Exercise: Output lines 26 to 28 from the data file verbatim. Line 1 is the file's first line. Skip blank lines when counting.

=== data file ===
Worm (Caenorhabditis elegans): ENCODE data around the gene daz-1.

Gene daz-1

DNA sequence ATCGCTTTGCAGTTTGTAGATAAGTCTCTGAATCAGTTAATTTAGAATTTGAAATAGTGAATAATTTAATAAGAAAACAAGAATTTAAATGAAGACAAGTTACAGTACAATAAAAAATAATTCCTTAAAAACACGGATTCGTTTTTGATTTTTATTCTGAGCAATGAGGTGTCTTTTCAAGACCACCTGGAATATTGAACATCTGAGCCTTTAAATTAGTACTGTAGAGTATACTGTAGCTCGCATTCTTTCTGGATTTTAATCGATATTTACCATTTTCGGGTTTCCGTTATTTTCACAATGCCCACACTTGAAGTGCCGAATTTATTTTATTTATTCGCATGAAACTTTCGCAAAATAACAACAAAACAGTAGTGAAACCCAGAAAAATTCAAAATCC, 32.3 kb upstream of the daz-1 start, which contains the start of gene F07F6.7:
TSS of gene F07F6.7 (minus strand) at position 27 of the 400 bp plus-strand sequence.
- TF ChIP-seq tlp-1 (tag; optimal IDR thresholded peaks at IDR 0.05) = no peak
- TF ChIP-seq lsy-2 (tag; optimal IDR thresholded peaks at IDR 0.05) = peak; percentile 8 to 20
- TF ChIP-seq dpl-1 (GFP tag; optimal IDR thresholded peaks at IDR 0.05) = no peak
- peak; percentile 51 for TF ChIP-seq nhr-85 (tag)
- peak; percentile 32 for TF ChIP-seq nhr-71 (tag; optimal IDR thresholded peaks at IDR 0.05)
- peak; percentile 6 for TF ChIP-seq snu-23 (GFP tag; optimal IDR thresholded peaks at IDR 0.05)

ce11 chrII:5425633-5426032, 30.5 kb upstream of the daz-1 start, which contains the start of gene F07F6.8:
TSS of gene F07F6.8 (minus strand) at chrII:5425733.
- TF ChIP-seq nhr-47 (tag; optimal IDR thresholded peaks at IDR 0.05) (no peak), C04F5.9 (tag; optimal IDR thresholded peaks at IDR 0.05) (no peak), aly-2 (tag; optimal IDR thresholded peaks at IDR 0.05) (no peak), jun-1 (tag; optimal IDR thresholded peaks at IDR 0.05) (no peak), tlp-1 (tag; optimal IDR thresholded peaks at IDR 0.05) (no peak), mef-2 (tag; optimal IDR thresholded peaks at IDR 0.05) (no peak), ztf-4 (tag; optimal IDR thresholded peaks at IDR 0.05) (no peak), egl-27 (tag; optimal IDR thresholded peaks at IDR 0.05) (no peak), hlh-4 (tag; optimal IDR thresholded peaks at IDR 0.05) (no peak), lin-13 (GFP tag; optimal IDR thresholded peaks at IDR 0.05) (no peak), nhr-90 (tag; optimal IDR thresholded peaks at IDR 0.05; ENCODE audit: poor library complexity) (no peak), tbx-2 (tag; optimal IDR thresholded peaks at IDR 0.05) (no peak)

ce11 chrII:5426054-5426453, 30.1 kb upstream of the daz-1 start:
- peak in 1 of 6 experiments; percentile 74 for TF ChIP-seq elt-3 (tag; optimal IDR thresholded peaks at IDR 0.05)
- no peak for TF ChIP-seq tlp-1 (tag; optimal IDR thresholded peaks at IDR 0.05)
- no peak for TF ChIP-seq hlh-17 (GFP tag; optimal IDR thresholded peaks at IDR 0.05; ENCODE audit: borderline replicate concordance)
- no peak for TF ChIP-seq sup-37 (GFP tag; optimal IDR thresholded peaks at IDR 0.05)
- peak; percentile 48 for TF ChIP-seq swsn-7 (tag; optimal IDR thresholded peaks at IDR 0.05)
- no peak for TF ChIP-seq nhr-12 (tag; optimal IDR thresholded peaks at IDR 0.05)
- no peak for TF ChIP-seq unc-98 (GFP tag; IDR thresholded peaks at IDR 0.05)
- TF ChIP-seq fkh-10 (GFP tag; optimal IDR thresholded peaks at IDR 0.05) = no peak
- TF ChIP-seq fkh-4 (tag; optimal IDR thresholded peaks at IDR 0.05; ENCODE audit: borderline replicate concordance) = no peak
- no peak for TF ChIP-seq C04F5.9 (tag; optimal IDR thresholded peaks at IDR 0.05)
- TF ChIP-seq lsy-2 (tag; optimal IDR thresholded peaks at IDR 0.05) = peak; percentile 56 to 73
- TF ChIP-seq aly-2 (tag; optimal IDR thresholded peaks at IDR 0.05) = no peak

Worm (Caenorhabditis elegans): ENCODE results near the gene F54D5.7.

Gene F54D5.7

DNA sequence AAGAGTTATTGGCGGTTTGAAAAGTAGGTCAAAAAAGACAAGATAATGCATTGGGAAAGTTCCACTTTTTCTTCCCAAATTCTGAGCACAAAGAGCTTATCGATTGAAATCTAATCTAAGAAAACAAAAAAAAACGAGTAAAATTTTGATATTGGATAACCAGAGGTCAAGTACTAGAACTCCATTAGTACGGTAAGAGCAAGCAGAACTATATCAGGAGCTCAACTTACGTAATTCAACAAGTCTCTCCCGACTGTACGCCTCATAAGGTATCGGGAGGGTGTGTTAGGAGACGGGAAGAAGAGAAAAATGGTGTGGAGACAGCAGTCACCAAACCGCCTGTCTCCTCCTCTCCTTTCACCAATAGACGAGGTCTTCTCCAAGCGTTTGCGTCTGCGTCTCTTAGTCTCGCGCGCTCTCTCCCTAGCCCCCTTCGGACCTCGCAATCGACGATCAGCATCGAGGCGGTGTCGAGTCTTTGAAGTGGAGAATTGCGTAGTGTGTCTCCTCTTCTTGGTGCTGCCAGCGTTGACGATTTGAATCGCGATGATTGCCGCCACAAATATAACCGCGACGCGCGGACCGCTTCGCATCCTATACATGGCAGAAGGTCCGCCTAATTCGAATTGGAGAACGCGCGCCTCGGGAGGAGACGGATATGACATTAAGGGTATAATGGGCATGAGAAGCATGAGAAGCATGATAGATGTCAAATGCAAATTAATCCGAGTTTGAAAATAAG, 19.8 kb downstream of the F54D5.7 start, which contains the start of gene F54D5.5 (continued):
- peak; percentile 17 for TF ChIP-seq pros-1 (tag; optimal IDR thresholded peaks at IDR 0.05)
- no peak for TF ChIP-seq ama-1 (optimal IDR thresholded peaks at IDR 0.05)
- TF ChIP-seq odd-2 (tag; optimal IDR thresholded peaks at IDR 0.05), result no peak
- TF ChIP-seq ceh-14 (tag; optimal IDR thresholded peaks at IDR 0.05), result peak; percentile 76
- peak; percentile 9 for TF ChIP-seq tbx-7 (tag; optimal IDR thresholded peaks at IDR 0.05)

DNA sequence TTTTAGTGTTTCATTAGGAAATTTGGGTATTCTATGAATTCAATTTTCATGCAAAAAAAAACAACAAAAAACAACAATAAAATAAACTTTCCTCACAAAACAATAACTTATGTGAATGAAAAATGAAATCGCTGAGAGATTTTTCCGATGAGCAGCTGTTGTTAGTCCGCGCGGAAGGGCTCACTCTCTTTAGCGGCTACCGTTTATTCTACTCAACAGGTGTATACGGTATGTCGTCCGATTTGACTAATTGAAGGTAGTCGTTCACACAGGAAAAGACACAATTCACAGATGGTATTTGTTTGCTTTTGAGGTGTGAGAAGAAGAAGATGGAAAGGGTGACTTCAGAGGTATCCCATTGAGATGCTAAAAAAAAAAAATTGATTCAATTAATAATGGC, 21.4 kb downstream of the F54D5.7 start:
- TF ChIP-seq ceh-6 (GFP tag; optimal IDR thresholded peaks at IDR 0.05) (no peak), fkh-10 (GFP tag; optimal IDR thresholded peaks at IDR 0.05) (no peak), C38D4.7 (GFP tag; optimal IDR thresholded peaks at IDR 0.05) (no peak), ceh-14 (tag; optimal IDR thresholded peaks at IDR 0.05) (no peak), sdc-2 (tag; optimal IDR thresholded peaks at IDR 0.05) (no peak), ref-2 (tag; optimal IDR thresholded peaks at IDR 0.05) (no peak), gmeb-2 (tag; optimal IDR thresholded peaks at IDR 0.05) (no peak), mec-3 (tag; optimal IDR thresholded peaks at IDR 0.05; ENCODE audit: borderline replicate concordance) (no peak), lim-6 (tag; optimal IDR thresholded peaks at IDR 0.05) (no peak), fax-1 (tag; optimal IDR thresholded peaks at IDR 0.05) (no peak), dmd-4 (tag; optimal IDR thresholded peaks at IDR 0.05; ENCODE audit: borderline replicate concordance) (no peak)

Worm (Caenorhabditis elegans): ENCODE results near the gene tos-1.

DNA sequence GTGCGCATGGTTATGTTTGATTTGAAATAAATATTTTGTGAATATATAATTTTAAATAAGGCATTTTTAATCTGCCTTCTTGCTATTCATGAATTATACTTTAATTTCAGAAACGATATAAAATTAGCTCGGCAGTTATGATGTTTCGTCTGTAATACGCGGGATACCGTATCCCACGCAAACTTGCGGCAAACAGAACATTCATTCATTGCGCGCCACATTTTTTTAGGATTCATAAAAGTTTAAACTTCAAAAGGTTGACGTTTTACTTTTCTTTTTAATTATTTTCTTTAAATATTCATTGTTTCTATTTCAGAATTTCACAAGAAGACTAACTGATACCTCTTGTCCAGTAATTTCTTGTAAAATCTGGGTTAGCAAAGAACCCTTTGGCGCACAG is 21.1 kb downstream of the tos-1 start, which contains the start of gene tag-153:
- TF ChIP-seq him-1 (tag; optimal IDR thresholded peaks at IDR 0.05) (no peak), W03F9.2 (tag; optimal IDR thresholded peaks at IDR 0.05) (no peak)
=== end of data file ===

- TF ChIP-seq aly-2 (tag; optimal IDR thresholded peaks at IDR 0.05) = no peak

Worm (Caenorhabditis elegans): ENCODE results near the gene F54D5.7.

Gene F54D5.7